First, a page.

5. ArnoutBy Arnout on 7 November, 2013

    Nice post; have you guys been experimenting with GA event tracking on the field validation errors?
    I’ve had great succes with that.


    • Thijs de ValkBy Thijs de Valk on 7 November, 2013

      Nope, we haven’t, actually! Will definitely check that out!

  6. JohnnyBy Johnny on 7 November, 2013

    Thanks for a good article.I think you should increase number of payment methods.

  7. Linda TinhBy Linda Tinh on 7 November, 2013

    you should increase number of payment methods.

  8. steve smithBy steve smith on 7 November, 2013

    Now make a plugin for that exercise and let us purchase it!

    • Thijs de ValkBy Thijs de Valk on 7 November, 2013

      Would if I could :) Editing these things in WordPress through a plugin is next to impossible, unfortunately…

  9. JanBy Jan on 7 November, 2013

    I did not finisch the checkout process

    But where is the shopping cart / mini cart ?
    I added an extra product , deleted it and continued
    strange !!!

    Is this you next plugin ?

  10. DaveBy Dave on 7 November, 2013

    Something worth trying as well are :
    – customer testimonials
    – cart abandonment email(s)

    Saw some nice lifts with testimonials in some cases(not all) and saw a lift everywhere when adding the abandonment email :)


  11. Gert WierbosBy Gert Wierbos on 7 November, 2013

    In the end of this post, you say that you switched to Stripe. How did you sign up there, being based in the Netherlands? I also want to use Stripe (from the Netherlands), but I can only choose USA/UK/Canada and Ireland…

    • Thijs de ValkBy Thijs de Valk on 7 November, 2013

      We’re in a trial, actually. You could just contact them and ask if you’d qualify as well :)

      • RichardBy Richard on 10 November, 2013

        Does Stripe handle your Paypal checkouts as well? Or are you using a different party for that? Because you can’t get Paypal merchant in NL as well right?

        • Thijs de ValkBy Thijs de Valk on 10 November, 2013

          We’re just using PayPal, so not through Stripe. You can actually get Paypal merchant in NL :-)

  12. Karen McCamyBy Karen McCamy on 7 November, 2013

    I understand @Dave’s comment about “cart abandonment” emails, but I would caution you in that regard. From a consumer standpoint, I don’t mind getting 1 or 2 reminder emails, but I have received multiple emails in increasing frequency and it’s really annoying! (VistaPrint is particularly aggressive about this, as is their email marketing…”ad nauseam”). My reaction is to unsubscribe when “harassed.” Too many “reminders” and it’s no longer helpful…IMHO!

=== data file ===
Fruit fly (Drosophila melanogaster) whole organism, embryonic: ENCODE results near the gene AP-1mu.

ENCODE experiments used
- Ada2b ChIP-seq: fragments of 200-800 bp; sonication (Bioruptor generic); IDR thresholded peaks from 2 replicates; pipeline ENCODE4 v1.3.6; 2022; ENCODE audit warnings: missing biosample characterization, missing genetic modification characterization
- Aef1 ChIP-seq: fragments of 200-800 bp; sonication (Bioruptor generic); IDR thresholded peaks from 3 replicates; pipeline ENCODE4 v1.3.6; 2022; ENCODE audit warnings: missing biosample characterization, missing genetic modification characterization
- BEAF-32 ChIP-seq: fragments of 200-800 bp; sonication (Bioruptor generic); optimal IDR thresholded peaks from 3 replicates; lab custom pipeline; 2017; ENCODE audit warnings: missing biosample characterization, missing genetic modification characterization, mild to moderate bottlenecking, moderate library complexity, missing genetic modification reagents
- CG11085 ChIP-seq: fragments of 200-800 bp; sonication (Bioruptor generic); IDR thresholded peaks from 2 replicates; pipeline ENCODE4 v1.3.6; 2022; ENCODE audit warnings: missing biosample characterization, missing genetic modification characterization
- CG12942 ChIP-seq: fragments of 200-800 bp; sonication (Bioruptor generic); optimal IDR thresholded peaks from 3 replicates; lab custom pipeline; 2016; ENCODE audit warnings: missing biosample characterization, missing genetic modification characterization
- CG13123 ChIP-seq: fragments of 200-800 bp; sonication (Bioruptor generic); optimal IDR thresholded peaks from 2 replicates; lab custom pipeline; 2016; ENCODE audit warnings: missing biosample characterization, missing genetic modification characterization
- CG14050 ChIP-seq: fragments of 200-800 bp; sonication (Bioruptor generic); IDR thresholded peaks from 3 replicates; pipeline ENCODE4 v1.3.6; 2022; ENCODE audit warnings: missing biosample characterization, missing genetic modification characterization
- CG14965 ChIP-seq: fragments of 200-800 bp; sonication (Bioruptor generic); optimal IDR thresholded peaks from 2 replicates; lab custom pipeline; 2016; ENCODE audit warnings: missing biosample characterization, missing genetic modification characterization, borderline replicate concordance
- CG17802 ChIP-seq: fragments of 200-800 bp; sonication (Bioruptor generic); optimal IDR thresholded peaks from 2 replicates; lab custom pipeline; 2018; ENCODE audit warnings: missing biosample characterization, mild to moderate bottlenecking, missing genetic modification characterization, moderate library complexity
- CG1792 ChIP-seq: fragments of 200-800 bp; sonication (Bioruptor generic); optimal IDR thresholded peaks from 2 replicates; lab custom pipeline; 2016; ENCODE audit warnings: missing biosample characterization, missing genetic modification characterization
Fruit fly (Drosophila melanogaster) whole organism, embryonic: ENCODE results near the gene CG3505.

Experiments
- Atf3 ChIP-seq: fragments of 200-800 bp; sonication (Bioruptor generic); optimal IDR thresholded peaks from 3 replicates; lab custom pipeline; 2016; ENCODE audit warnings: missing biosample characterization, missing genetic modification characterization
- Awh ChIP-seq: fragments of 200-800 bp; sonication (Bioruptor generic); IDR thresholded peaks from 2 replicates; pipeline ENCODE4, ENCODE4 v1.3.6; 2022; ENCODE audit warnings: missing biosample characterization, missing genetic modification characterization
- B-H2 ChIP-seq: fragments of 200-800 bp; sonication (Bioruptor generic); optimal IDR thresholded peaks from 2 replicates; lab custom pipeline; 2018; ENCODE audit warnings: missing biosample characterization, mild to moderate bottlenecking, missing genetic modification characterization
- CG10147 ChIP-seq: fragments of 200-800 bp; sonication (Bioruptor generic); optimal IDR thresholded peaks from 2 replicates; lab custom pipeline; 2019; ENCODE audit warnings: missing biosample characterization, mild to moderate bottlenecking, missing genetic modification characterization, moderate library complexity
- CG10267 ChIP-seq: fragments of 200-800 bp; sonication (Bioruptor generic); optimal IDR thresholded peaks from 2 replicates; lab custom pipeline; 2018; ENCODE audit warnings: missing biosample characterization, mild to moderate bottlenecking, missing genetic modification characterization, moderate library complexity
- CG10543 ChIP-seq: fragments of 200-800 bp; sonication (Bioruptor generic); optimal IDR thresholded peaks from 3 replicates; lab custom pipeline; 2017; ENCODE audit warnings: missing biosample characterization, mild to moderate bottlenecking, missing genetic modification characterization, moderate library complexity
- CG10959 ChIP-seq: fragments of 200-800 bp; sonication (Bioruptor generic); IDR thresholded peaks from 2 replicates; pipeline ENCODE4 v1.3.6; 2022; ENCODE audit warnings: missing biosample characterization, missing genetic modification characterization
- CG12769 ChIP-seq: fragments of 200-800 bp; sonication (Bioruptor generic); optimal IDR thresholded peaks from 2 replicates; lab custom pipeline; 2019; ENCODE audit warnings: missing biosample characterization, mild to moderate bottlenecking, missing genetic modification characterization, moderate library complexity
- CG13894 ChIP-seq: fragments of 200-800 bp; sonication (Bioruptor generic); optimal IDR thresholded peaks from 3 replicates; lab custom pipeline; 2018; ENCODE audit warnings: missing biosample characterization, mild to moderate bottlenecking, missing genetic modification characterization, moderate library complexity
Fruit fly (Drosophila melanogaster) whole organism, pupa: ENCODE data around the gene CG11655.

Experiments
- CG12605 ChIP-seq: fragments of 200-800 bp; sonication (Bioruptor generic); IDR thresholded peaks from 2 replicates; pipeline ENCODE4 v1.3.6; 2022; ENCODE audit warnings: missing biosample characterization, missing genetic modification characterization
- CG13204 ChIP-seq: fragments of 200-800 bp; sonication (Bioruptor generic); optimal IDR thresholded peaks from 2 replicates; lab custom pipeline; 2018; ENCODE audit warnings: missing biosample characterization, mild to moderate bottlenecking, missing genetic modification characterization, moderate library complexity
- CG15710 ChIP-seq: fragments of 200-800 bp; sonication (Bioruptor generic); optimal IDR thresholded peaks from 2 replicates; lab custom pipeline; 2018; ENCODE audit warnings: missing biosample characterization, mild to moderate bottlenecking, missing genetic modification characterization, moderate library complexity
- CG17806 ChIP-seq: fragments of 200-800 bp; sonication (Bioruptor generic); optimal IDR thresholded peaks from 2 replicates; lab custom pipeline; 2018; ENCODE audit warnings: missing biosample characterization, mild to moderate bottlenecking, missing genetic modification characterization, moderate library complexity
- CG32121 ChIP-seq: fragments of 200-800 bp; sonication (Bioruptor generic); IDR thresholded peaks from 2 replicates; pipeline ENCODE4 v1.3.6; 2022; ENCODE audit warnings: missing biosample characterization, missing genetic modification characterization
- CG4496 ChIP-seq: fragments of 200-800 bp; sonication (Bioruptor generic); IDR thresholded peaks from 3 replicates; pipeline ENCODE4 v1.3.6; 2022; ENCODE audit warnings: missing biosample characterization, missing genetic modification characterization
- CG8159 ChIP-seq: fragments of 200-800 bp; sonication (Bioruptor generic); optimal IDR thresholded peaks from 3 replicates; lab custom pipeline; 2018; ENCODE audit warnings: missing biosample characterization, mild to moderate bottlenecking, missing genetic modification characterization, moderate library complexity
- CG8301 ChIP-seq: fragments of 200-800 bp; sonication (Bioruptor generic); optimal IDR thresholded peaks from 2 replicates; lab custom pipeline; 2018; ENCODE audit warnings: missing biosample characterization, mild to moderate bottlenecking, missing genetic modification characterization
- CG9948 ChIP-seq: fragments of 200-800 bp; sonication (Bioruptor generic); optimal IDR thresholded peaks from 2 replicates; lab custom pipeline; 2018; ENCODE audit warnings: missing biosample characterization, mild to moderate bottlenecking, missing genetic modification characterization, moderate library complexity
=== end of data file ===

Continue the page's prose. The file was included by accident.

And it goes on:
• Thijs de ValkBy Thijs de Valk on 8 November, 2013

      Well, too much is never good ;-) but that’s really why we test, to find out where the ideal point of just enough, best usability and profitability is.

  13. MauriceBy Maurice on 7 November, 2013

    The people at Yoast allways make me proud to be Dutch. You guys rock. Thank you for your great products.

  14. FlorisBy Floris on 7 November, 2013

    Personally, I like the Autofill function. Saves time + trouble but sometimes works incorrectly.

    • Thijs de ValkBy Thijs de Valk on 7 November, 2013

      Uhm, I think you commented to the wrong post? ;)

  15. TheoBy Theo on 7 November, 2013

    Great Post and some good tips in the comments, Thanks a ton!

  16. Brandon HimpfenBy Brandon Himpfen on 7 November, 2013

    Great post. It’s an interesting read to see what you have done and where it took you.

    I would also recommend a Symantec trust seal – $ 29/month or at the very least, GoDaddy’s security seal.

  17. Robert van VlijmenBy Robert van Vlijmen on 7 November, 2013

    Well written…even I can understand it. Hup Oranje!

  18. Dave LynchBy Dave Lynch on 8 November, 2013

    Great info thanks. What shopping cart/ecommerce plugin are you using?

    • Thijs de ValkBy Thijs de Valk on 8 November, 2013

      We’re Easy Digital Downloads :-)

  19. HorstBy Horst on 8 November, 2013

    I would like to know if you made split tests for some elements and if so did you use google analytics or any other software (plugin)?

    • Thijs de ValkBy Thijs de Valk on 8 November, 2013

      Nope, we didn’t do any split tests for any elements. Didn’t you read the other comments?! ;-)
      We made all the changes in one go, because split testing every element would take too long. I’m looking forward to the days that that won’t be an issue! :)

  20. channarithBy channarith on 8 November, 2013

    Great Post , NIce Organize .Thanks a lot for sharing

  21. Shane ForceBy Shane Force on 8 November, 2013

    First off, love the content and visuals of the site. The mascots and use of colors work very well and keep the site fun while still remaining professional.

    A few observations: